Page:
17. AIDS in Africa and the British media: shifting images of a pandemic

Ludek Stavinoha

18. Media perspectives: a means to an end? Creating a market for humanitarian news from Africa

Heba Aly

19. It was a "simple", "positive" story of African self-help (manufactured for a Kenyan NGO by advertising multinationals)

Kate Wright

20. Media perspectives: Africa for Norway: challenging stereotypes using humour

Nicklas Poulsen Viki

21. Bloggers, celebrities, and economists: news coverage of the Millennium Villages Project

Audrey Ariss, Anya Schiffrin and Michelle Chahine

PART IV: Politics in the representation of Africa

22. Africa through Chinese eyes: new frames or the same old lens? African news in English from China Central Television, compared with the BBC

Vivien Marsh

23. Media perspectives: new media and African engagement with the global public sphere

Sean Jacobs

24. Shifting power relations, shifting images

Herman Wasserman

25. Communicating violence: the media strategies of Boko Haram

Abdullahi Tasiu Abubakar

26. Perceptions of Chinese media's Africa coverage

James Wan

27. New imperialisms, old stereotypes

Chris Paterson

28. Nollywood news: African screen media at the intersections of the global and the local

Noah Tsika


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Mel Bunce is a Senior Lecturer in Journalism at City University London, where she researches and teaches in the areas of global media, news production, and ethics. A former journalist from New Zealand, Mel has researched the work of foreign correspondents in Sudan, Uganda, Kenya, Senegal, and Nigeria.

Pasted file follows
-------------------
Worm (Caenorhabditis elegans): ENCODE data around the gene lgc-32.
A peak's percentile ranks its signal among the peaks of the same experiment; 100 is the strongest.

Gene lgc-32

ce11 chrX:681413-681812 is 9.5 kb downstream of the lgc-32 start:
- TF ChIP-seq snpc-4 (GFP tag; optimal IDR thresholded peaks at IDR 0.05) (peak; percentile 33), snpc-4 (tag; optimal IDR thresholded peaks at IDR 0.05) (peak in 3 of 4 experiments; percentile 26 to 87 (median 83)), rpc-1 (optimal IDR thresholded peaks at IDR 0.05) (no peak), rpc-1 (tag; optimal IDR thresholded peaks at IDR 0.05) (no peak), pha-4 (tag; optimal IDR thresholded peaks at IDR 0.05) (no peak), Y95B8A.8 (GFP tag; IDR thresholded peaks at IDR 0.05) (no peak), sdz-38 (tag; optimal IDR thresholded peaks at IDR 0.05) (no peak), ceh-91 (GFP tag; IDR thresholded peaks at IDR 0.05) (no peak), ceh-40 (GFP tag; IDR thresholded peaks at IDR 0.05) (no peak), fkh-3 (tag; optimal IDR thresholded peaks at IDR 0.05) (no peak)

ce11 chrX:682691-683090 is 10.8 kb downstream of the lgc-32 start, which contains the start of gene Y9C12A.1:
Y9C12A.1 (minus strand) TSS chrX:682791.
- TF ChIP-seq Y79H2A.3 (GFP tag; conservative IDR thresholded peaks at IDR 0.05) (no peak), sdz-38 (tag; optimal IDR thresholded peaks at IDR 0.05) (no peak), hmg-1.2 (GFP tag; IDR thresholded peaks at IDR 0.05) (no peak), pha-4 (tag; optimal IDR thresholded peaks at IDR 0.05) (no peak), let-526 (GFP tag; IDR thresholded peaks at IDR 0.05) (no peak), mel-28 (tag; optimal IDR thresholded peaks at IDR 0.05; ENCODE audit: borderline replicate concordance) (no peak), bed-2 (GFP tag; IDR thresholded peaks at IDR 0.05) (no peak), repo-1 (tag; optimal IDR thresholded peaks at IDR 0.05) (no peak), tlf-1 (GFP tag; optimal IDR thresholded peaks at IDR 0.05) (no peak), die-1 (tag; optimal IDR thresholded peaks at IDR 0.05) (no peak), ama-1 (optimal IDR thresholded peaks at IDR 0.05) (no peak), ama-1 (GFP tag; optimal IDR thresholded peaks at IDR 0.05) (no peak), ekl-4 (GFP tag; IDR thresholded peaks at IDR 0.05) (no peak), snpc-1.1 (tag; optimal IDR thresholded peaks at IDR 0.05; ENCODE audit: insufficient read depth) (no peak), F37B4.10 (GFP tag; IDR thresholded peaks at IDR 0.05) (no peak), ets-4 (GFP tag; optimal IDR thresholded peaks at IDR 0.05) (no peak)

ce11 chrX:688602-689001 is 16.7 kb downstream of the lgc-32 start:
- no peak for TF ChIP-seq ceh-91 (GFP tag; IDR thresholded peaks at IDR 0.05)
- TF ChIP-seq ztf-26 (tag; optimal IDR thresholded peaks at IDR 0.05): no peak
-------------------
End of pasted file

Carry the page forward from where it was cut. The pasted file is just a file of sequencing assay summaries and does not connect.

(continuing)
Suzanne Franks is Professor of Journalism at City University London, where she is Head of Department and convenes a module on Humanitarian Communication. A former BBC TV current affairs journalist, she has made several films about Africa. Her publications include Reporting Disasters: Famine, Aid, Politics and the Media (2013).

Chris Paterson researches and teaches at the University of Leeds, UK. He wrote in the original Africa’s Media Image (1992), has co-edited five books, and has authored The International Television News Agencies (2011) and War Reporters under Threat: The United States and Media Freedom (2014).


"Mel Bunce, Suzanne Franks and Chris Paterson have assembled the single most important collection of analyses of African media and image in at least a quarter of a century. In practically all respects this volume goes beyond previous, mainly 20th century, northern-centered ways of framing and thinking about Africa's media image and, in their place, carries us well into the 21st century. This is a post-'Africa pessimism' century of African and international narratives of Africa. These are told through an astonishing variety of perspectives, technologies and media platforms. Their audience includes a robust, continent-wide and technology-empowered middle-class. Processes of imperialism and neo-imperialism have not disappeared. But the agents, trajectories and meanings of imperialism are opened to re-assessment."

Oliver Boyd-Barrett, Professor Emeritus, Bowling Green State University, Ohio and California State Polytechnic University, Pomona

"This is an excellent book which fills a crucial gap in existing literature. It has a wide range of contributors offering key insights and analysis - a must read for students and academics in development studies as well as those in media and international journalism."

Gregory Philo, Professor of Communications and Social Change, University of Glasgow